I was never a fan of the whole Western participation in the Afghan civil war. My expectation was a combination of raiding and bombing as response to 9/11, and was pleasantly surprised when a regime change was effected in Afghanistan without much effort.
Everything that happened later (the whole occupation & nation building stuff) never convinced me at all. The West should have left Afghanistan - and left it to the Afghans (Uzbeks and Tajiks, actually) in 2002.
The discussion about a new Afghan strategy (and withdrawals) is raging in many Western countries now, and most arguments in use old and well-known.
George Will's explicit pointing at the Bosnia experience in nation building is a nice exception. I didn't look that closely at Bosnia as an example and parallel yet.
Western troops have been in Bosnia and Herzegovina since late '95. About fourteen years of nation-building (mostly in peacetime) were not successful in creating a stable state or nation. The ratio between population and Western troops was much better and the culture is much more 'Western', literacy much higher and religious/ideological issues much less relevant than in Afghanistan.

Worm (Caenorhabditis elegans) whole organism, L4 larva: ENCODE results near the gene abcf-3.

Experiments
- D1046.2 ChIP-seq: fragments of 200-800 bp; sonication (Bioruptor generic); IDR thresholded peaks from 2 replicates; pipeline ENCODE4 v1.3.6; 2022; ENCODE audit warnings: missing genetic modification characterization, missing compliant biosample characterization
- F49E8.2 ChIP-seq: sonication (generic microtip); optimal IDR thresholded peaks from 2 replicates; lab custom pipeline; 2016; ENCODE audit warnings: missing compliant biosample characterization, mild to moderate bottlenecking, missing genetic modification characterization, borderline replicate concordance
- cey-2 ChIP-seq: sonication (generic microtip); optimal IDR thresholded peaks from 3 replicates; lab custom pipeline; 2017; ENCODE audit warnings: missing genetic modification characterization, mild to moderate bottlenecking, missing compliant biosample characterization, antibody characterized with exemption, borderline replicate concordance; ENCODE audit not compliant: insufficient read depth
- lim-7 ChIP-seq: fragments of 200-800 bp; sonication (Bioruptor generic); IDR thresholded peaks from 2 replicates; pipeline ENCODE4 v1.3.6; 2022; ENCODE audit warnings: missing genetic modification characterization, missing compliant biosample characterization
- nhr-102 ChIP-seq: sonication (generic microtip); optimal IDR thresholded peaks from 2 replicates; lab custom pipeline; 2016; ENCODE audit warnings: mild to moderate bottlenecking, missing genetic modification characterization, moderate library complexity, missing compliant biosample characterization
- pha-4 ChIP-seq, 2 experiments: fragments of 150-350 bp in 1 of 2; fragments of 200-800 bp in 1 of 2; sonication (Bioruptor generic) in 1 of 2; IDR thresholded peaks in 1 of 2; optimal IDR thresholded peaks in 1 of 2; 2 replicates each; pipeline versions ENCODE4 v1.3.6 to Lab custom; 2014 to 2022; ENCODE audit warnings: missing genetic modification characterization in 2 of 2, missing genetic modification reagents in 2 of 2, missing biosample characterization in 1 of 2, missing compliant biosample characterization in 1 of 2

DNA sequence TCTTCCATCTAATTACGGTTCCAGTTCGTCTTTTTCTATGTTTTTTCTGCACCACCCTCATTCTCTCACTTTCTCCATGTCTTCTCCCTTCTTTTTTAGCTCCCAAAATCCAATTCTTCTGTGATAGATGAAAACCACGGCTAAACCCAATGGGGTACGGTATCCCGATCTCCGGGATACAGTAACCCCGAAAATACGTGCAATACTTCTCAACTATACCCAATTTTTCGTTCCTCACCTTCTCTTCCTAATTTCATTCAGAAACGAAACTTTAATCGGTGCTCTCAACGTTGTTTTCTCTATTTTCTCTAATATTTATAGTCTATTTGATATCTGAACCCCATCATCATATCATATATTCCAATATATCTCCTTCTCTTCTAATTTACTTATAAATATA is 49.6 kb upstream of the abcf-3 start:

In short: We had a test run for ISAF in SFOR, and the test run is not even close to the ISAF expectations despite much more favourable conditions.
Some recent discussions were about the option of re-focusing on the real enemy AQ and get rid of the Taleban obsession (Biden, Krulak and many others). Maybe that's a good plan.
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